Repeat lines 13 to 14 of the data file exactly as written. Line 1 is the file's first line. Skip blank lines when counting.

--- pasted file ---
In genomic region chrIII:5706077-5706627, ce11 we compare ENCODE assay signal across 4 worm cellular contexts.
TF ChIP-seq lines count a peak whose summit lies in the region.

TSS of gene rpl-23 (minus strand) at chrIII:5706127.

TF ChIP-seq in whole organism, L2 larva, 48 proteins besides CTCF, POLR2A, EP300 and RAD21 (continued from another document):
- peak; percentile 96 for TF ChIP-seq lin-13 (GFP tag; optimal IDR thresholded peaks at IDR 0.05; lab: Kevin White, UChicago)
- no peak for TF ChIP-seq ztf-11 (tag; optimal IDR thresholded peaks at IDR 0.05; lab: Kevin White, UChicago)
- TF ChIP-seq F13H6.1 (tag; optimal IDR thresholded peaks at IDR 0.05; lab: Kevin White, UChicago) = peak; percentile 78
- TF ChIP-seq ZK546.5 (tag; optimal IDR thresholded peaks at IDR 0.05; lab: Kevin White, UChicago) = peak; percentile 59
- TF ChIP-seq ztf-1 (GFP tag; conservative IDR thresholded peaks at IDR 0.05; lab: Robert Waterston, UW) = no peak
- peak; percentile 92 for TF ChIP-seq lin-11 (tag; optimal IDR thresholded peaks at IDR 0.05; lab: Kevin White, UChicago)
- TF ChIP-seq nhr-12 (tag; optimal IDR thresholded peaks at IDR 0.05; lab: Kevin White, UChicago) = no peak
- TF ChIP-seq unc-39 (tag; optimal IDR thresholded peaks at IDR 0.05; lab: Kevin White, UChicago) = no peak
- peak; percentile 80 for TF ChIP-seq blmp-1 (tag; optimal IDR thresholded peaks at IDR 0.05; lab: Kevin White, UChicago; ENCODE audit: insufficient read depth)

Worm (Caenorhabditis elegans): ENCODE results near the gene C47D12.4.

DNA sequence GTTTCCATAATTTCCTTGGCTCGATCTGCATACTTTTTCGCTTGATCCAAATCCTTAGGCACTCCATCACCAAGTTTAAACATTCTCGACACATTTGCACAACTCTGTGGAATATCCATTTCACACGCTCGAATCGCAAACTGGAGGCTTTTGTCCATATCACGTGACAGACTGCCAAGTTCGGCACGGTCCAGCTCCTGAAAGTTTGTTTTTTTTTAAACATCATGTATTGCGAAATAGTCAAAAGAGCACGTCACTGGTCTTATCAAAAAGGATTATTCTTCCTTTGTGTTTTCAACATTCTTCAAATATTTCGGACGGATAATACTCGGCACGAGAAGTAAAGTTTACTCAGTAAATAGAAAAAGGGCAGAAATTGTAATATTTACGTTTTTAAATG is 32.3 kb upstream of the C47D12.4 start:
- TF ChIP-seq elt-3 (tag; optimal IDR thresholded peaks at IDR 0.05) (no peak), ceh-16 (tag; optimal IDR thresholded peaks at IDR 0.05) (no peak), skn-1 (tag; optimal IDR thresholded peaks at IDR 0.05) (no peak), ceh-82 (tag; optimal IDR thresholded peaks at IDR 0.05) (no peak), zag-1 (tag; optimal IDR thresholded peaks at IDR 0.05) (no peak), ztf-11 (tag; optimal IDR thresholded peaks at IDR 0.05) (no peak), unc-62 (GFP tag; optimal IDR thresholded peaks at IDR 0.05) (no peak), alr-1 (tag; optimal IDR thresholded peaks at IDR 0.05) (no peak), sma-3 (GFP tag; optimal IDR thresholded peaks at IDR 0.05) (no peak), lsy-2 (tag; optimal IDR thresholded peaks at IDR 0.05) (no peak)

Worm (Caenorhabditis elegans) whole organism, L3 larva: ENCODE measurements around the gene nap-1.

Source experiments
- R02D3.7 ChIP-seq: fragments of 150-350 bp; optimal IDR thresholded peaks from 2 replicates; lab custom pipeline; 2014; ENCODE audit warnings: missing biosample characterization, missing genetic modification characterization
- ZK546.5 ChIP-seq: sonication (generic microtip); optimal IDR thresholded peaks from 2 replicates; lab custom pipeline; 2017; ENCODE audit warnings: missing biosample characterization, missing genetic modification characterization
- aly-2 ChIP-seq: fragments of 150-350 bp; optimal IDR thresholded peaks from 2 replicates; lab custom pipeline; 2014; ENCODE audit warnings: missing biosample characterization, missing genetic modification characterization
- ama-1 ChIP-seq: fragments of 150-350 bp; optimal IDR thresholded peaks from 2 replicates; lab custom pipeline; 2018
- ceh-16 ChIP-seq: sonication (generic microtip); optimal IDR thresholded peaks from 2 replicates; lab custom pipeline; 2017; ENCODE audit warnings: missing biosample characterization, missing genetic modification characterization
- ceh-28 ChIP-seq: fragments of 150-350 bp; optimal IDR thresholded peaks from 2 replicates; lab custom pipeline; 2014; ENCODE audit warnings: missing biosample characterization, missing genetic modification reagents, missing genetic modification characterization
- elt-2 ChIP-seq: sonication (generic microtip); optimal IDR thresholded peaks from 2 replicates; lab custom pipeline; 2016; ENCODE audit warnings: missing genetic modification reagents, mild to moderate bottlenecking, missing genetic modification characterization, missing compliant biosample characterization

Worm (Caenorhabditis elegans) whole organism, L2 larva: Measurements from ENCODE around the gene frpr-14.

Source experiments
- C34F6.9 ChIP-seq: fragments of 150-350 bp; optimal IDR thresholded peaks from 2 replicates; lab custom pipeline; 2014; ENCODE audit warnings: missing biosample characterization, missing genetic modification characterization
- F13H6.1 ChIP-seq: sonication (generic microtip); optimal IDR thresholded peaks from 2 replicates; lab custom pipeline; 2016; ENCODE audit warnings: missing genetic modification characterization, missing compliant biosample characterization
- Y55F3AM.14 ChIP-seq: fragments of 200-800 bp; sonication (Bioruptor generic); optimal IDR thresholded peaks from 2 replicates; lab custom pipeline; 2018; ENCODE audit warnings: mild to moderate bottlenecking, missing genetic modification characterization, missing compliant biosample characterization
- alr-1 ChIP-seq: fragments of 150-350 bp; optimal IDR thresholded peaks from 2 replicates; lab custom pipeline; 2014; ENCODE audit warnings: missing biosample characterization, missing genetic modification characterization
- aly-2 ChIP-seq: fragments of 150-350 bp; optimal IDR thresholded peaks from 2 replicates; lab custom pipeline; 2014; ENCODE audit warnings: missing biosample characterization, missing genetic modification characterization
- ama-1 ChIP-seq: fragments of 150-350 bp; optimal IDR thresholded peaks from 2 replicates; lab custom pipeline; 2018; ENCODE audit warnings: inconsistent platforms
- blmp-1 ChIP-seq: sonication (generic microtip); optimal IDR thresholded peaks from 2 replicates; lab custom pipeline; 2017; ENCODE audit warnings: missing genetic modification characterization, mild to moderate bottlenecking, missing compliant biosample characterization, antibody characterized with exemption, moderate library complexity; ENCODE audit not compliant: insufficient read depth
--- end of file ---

- peak; percentile 80 for TF ChIP-seq blmp-1 (tag; optimal IDR thresholded peaks at IDR 0.05; lab: Kevin White, UChicago; ENCODE audit: insufficient read depth)

Worm (Caenorhabditis elegans): ENCODE results near the gene C47D12.4.